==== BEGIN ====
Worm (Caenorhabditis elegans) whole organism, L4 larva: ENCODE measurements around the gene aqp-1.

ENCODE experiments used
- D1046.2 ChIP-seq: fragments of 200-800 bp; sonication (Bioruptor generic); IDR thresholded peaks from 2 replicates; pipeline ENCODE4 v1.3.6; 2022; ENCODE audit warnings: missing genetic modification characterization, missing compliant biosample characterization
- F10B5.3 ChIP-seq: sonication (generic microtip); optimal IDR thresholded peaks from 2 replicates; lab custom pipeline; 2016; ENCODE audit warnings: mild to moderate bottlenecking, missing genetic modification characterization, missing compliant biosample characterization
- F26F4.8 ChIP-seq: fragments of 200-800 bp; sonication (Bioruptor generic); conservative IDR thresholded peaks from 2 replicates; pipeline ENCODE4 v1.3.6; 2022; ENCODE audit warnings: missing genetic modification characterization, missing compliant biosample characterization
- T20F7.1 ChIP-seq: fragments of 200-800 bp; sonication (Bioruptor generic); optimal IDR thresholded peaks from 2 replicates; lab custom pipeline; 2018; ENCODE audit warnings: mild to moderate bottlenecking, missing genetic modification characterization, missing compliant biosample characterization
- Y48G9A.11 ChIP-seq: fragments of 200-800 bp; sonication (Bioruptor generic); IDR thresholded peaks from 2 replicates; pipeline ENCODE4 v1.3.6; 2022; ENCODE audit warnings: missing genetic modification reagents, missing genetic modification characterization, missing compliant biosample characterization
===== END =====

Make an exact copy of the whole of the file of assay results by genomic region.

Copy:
Worm (Caenorhabditis elegans) whole organism, L4 larva: ENCODE measurements around the gene aqp-1.

ENCODE experiments used
- D1046.2 ChIP-seq: fragments of 200-800 bp; sonication (Bioruptor generic); IDR thresholded peaks from 2 replicates; pipeline ENCODE4 v1.3.6; 2022; ENCODE audit warnings: missing genetic modification characterization, missing compliant biosample characterization
- F10B5.3 ChIP-seq: sonication (generic microtip); optimal IDR thresholded peaks from 2 replicates; lab custom pipeline; 2016; ENCODE audit warnings: mild to moderate bottlenecking, missing genetic modification characterization, missing compliant biosample characterization
- F26F4.8 ChIP-seq: fragments of 200-800 bp; sonication (Bioruptor generic); conservative IDR thresholded peaks from 2 replicates; pipeline ENCODE4 v1.3.6; 2022; ENCODE audit warnings: missing genetic modification characterization, missing compliant biosample characterization
- T20F7.1 ChIP-seq: fragments of 200-800 bp; sonication (Bioruptor generic); optimal IDR thresholded peaks from 2 replicates; lab custom pipeline; 2018; ENCODE audit warnings: mild to moderate bottlenecking, missing genetic modification characterization, missing compliant biosample characterization
- Y48G9A.11 ChIP-seq: fragments of 200-800 bp; sonication (Bioruptor generic); IDR thresholded peaks from 2 replicates; pipeline ENCODE4 v1.3.6; 2022; ENCODE audit warnings: missing genetic modification reagents, missing genetic modification characterization, missing compliant biosample characterization